Not trying to be smug here; I'm trying to understand if it's the British governments that failed to do their job in the EU, of if it's something else. I don't believe in a conspiracy against Britain. There are a number of "natural allies" on the continent that should provide sufficient leverage in negotiations. Over here the impression is that it's wholly the fault of the UK and their various administrations. The PR that you are generating within the EU is often disastrous and can be summarized as an incurable desire for cherrypicking, the desire to meddle in areas where you don't even participate (e.g. Eurozone meetings), and being doublefaced - on the one hand, agreeing to pretty much everything in the internal negotiations and regulations, but blaming Brussels at home for regulations that were actually started by the British government.

 

You answered your own question Nils. :D

 

Actually Im not suggesting we havent contributed to this situation ourselves, of course we have. We have by turns been overly demanding, and overwhelmingly apathetic. Witness by turns the Thatcher Government which demanded concessions like a birthright, the Major Government which signed up to 1992 with narry a glance or complaint, and the Blair Government which actually (for once) tried to engage with with Europe on something like equality. And latterly the Collation and Cameron Governments which basically turned the clock back to 1979 and pretended we were more important than we were. No joined up policy whatsoever, and all really should view Europe in the same way, ie, its in the national interest.

 

So Im not saying we didnt play a role. But the impression we had from the start is we were in the EEC (and latterly the EU) under sufferance of the landlords, and we had to put up with it. Against any nation that is arrogant, against one that convinced itself it saved the world twice, it was asking for trouble. :D

 

 

A core of the problem is perhaps that Britain still after 70 years cannot decide what it is. Is it still the big imperial nation out cracking heads in the name of Anglo Saxon hegmony, or is it a European nation like Belgium? Damned if I know. Answers on a postcard please.

 

 

6 of one and half a dozen of the other in other words. Added to the EU being at beast a monolithic organisation that is incapable of systemic change quickly (as the Germans apparently agree) Im surprised its taken this long to get where we are. Ill be even more astonished if we actually make the right decision, ie to stay in. Fingers crossed.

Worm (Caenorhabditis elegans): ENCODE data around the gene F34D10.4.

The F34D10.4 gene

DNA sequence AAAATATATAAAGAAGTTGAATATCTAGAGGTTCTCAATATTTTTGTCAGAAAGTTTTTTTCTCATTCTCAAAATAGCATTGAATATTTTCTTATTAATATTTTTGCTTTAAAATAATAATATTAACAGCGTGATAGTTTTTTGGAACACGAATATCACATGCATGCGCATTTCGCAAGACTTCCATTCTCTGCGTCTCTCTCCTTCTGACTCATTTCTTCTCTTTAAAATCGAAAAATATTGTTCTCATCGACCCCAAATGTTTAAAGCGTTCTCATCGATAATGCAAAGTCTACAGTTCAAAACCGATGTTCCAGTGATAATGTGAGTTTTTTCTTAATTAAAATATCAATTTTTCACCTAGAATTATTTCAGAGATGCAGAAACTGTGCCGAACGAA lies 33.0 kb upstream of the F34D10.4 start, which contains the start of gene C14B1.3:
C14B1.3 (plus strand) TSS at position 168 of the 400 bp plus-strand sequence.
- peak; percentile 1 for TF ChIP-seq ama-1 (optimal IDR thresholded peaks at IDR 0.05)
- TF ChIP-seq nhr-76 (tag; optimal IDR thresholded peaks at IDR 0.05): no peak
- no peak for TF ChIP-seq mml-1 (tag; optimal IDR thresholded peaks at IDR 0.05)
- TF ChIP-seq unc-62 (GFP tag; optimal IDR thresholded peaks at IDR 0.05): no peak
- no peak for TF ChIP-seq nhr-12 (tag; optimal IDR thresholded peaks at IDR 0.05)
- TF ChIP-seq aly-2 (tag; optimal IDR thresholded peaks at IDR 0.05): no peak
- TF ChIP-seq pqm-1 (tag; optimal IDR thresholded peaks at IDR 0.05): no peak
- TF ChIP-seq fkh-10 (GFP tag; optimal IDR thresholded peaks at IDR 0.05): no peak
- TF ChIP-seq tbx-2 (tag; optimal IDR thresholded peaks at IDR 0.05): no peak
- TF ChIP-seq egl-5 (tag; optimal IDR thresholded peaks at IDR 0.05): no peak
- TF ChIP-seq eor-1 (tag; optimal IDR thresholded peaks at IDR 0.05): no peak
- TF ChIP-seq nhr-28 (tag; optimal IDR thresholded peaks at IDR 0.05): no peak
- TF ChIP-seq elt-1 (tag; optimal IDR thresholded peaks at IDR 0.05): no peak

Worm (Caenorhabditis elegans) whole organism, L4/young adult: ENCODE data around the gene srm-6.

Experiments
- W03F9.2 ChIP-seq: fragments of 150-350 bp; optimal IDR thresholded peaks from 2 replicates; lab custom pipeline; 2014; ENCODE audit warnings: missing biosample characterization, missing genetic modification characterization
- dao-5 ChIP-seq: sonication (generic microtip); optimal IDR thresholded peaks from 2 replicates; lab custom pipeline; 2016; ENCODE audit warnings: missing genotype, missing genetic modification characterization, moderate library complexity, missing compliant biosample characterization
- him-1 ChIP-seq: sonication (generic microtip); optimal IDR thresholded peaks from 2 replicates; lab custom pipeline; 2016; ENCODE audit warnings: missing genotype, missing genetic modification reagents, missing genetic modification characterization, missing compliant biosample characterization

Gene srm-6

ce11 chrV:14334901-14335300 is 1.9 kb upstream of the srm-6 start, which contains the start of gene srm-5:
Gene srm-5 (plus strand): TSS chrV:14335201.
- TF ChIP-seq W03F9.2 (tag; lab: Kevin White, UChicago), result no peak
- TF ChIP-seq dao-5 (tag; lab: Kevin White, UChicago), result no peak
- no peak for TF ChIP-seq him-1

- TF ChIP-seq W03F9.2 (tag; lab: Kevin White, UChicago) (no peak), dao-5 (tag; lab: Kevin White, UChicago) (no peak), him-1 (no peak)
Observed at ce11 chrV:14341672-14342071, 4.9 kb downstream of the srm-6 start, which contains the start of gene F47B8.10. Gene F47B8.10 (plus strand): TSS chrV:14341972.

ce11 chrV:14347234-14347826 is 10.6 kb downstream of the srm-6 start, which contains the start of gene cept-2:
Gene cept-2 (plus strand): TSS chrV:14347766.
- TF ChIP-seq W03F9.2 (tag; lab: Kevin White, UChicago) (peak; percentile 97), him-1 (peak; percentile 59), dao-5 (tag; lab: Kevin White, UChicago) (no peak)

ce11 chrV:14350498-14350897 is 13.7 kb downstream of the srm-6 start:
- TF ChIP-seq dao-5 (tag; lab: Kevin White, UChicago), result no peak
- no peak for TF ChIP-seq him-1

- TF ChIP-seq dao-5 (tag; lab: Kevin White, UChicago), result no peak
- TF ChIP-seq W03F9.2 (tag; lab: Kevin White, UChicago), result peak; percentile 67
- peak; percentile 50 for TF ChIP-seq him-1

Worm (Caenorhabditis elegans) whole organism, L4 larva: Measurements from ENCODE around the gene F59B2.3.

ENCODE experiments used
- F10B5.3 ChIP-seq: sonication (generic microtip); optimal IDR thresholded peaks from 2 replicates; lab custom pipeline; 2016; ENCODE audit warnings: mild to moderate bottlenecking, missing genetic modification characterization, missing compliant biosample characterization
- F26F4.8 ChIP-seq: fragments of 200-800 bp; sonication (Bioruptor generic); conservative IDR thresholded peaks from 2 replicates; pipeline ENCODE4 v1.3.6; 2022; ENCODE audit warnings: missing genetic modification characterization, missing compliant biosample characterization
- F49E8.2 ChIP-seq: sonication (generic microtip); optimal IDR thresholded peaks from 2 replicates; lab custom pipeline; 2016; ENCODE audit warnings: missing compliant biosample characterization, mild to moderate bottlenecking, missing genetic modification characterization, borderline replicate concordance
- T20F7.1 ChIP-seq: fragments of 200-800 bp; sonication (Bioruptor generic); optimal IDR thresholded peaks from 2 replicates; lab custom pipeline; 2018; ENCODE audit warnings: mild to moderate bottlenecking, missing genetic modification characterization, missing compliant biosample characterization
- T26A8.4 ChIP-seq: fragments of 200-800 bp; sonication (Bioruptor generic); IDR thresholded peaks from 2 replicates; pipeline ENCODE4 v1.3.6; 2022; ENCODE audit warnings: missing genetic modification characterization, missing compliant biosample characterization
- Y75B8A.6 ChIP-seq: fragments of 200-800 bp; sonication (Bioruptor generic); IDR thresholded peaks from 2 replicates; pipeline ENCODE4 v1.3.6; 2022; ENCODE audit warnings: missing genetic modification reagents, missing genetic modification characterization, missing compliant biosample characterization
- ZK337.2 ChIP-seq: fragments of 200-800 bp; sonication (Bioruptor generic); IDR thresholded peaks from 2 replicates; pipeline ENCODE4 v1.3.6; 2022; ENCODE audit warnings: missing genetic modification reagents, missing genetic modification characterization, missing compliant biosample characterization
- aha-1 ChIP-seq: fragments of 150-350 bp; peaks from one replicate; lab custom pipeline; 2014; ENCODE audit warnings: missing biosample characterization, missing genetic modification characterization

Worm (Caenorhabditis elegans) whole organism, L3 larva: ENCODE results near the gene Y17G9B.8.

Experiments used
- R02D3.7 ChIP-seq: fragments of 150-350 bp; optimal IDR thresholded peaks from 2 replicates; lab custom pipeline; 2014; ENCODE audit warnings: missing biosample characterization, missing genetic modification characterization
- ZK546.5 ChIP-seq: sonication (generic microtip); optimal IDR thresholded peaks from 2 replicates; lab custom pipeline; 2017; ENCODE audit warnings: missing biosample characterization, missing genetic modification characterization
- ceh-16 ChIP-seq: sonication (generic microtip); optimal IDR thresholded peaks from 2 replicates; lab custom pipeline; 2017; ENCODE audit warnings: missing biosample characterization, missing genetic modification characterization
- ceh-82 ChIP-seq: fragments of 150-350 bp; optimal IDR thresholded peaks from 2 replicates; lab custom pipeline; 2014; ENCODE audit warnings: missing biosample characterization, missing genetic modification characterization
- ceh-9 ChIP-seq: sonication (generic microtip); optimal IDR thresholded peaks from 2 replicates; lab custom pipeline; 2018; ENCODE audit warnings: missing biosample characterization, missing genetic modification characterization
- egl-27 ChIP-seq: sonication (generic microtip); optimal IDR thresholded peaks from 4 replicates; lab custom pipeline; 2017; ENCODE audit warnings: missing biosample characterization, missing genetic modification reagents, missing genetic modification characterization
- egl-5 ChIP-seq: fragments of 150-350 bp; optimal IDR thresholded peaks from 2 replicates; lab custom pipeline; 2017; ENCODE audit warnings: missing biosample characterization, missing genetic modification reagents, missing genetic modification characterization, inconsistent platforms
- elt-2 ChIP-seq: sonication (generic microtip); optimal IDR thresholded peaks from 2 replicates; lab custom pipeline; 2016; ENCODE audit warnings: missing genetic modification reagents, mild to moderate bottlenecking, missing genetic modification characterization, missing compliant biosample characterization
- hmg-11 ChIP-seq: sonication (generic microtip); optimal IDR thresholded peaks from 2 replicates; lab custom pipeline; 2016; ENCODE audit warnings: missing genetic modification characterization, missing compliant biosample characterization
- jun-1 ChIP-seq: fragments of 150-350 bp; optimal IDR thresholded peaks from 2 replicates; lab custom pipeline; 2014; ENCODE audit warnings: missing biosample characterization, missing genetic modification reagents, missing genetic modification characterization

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A core of the problem is perhaps that Britain still after 70 years cannot decide what it is. Is it still the big imperial nation out cracking heads in the name of Anglo Saxon hegmony, or is it a European nation like Belgium? Damned if I know. Answers on a postcard please.

There's your problem right there. What Britain should be is America's north Atlantic aircraft carrier, and our source of affordable, literate acting talent. Anything more than that is just delusions of grandeur.

 

Oh, and home of Kelly Brook. Yeah, I think that sums it up.

 

Generally on these threads, it usually boils down to the false dichotomy of independent Britain versus euroclone. In the age of global marketplaces, the independent Britain metaphor won't work, as int'l trade is the difference between wealth and poverty (heck, it always has been). But the euroclone option always reads to me like ObamaCare; "Its really a better way, despite all those statistics and anecdotes. Trust us, its way better!" Britain should be looking at 21st century methods for solving 21st century problems.